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Jackson, James Caleb (28 March 1811–11 July 1895), abolitionist and physician, was born in Onondaga County, New York, the son of James Jackson, a physician, and Mary Ann Elderkin. Jackson studied at Manlius Academy, a preparatory school, until the death of his father in 1828. He then gave up plans for a college education and took up farming. Jackson married Lucretia E. Brewster in 1830; they had one child....

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Kearsley, John (1684–11 January 1772), physician, politician, and philanthropist, was baptized in the village of Greatham, County Durham, England. His father was John Kearsley, an Anglican minister; his mother’s name is unknown. Kearsley’s father provided two of his sons with a medical education; young John studied in London without earning a degree. For a time he practiced medicine in England, but in 1711 he emigrated and settled in Philadelphia....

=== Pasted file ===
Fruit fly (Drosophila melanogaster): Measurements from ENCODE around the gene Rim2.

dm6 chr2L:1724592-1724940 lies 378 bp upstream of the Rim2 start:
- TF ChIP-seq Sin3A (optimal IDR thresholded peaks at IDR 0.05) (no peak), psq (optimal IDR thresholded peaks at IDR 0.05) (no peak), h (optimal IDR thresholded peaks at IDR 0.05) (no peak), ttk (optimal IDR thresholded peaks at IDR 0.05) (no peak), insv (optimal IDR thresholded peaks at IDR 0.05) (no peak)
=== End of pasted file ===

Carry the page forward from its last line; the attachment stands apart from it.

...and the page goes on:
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Leverton, Ruth M. (23 March 1908–14 September 1982), scientist and dietitian, was born Ruth Mandeville Leverton in Minneapolis, Minnesota, the daughter of Ernest Richard Leverton, an engineer, and Helen Ruth Mandeville Leverton. The family moved often because of her father's career. After her high school senior year in Deadwood, South Dakota, they moved to Lincoln, Nebraska, where she began studying at the University of Nebraska....

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Lozier, Clemence Sophia (11 December 1813–26 April 1888), physician and reformer, was born Clemence Sophia Harned in Plainfield, New Jersey, the daughter of David Harned, a farmer and Methodist, and Hannah Walker, an informal medical practitioner and Quaker. As a child Clemence acquired an interest in medicine from her physician brother and from her mother, who had learned traditional healing practices from American Indians. Her mother, realizing that her daughter had a quick mind, began teaching her healing skills. The lessons ended when her mother died and eleven-year-old Clemence was sent to school at Plainfield Academy....